recently has been quite isolated. Still other examples are certain dialects within the Appalachias, where use of 'ax' continues to this day (albeit primarily amongst older residents.) In addition, until very recently, large segments of the Black population in general used 'ax'. Why Blacks? Segregation, of course. But that has been rapidly changing. With the advent of integration has come exposure to 'ask', and with exposure has come change. It's still early days in that process, but in the 'ax' pronunciation is quickly becoming the exception rather than the rule.

It's important to note that whatever your personal views on the 'correctness' of this word's pronunciation might be, linguists do not view 'ax' as an aberration or a bad thing; merely a dialectical difference, easily explained by history. I suggest y'all take up the same mantle.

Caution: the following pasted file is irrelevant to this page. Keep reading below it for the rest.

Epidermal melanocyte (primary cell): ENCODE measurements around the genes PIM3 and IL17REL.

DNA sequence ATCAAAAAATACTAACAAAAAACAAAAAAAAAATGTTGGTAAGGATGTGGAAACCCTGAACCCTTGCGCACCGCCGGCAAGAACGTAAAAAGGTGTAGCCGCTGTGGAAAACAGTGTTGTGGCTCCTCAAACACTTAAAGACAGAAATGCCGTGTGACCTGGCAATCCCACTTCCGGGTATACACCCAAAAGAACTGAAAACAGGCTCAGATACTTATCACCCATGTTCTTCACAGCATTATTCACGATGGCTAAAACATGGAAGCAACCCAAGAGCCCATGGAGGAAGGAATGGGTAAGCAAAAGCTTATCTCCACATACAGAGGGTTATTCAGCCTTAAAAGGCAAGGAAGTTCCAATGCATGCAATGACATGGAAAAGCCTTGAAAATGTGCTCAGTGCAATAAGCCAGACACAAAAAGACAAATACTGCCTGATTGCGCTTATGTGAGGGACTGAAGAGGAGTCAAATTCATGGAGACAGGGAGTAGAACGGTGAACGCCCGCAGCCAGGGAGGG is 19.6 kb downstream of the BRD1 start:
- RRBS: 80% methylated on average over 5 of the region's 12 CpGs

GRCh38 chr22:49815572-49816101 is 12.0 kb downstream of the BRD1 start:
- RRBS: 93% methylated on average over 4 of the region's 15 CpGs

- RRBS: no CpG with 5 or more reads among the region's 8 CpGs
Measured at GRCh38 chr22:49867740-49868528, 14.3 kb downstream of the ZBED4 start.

Decision is a noun meaning choice or judgement. Replace "decision" with "choice" or "judgement" and you would never precede it with "take", you would always use "make".

Fetch Referring to People?

I don't hear this word referring to people anymore, but my grandma used it in that manner. "Go fetch your grandad", etc. Kinda weird to think about it being used in that manner these days. Btw, my grandma was born in 1910 in a very small town in northern
Nebraska. I've never been there, but in my mind I picture all towns in Nebraska as small. Are they? I need to go fetch google.

“Let his/him come in.”

If it's an exam and there's no space for comments, I would definitely put "him."
Having said that, there are some cases when it could be "his" such as in the following dialogue:
"There are three cats in the waiting room. Two are with a woman who has been waiting since 10 o'clock. The other is with a man who just rushed in and has to catch a plane in one hour."
"Let his come in."
Here we are distinguishing between her cats and his cat and it is very clear what is being said.